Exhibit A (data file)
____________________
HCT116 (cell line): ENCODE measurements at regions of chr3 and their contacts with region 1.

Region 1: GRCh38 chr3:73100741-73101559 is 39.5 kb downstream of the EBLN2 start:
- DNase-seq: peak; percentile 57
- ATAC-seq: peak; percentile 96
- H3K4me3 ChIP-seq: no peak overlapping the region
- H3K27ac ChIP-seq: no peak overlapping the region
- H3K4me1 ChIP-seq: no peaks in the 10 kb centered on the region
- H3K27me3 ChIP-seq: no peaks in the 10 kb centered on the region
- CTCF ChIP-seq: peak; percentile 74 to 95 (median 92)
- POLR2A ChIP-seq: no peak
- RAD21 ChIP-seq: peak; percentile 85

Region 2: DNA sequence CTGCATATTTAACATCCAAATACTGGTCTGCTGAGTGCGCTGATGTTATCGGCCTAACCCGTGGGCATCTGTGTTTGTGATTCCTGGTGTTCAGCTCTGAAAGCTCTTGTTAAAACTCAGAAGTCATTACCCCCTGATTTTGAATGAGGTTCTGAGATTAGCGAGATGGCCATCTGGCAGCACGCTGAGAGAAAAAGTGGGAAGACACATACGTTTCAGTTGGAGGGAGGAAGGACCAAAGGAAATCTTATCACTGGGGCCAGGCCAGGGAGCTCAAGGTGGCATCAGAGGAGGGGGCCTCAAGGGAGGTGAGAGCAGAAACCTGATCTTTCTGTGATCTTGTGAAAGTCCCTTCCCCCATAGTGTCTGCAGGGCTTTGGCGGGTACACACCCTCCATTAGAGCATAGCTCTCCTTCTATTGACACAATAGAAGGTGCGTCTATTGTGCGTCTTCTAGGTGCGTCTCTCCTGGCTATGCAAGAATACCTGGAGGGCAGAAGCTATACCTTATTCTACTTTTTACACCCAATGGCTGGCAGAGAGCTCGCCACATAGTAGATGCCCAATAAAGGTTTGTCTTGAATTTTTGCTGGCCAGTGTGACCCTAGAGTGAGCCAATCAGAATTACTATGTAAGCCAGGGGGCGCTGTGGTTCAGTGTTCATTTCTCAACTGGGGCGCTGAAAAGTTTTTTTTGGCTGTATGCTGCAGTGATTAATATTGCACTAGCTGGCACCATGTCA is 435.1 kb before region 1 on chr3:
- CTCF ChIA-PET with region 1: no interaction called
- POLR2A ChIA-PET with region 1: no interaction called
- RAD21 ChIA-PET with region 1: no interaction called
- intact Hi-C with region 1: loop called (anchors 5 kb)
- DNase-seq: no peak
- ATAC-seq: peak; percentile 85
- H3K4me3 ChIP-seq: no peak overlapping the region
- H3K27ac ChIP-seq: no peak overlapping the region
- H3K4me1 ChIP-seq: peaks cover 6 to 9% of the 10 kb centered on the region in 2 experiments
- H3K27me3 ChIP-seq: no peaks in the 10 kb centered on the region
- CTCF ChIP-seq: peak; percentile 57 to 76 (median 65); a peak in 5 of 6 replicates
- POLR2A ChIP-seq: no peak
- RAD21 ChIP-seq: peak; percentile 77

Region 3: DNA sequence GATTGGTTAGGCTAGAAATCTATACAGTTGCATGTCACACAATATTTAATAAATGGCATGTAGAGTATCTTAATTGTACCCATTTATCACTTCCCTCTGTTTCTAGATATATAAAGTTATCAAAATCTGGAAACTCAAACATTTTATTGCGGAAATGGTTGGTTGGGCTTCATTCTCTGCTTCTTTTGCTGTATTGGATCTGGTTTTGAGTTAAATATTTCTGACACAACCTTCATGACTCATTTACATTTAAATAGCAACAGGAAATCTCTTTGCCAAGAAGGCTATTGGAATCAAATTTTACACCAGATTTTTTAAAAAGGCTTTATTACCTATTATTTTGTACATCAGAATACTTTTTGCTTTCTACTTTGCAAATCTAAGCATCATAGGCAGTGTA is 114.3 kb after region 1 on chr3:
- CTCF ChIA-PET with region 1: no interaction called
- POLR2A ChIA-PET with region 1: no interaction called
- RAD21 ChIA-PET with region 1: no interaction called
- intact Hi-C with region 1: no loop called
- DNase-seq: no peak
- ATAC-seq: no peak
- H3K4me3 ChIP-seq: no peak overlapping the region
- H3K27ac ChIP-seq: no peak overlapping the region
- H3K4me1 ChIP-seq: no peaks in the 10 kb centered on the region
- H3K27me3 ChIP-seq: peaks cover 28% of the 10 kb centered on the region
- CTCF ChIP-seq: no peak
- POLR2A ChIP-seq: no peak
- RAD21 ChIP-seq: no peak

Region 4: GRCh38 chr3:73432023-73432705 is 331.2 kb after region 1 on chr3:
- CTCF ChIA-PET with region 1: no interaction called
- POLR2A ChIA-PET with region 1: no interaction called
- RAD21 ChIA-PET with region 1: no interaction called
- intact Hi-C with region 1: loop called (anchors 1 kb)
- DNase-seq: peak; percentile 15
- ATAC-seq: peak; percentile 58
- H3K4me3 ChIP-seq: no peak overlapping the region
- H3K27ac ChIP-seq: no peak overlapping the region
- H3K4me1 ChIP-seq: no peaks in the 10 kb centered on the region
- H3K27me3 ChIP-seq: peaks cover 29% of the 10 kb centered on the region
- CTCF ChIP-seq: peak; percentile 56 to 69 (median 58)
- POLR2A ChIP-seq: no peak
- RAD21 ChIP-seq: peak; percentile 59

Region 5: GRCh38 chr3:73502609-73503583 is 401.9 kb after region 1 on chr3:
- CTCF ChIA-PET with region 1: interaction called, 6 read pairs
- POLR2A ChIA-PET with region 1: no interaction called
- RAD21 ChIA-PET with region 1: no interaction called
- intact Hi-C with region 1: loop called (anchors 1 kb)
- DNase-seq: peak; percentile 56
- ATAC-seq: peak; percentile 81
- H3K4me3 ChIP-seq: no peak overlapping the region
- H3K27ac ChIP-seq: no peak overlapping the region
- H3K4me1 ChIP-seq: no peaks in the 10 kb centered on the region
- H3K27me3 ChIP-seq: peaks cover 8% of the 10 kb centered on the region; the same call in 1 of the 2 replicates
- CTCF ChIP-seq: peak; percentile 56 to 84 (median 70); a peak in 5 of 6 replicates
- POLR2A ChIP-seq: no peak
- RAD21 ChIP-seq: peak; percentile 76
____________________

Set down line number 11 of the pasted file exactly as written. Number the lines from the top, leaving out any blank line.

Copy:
- RAD21 ChIP-seq: peak; percentile 85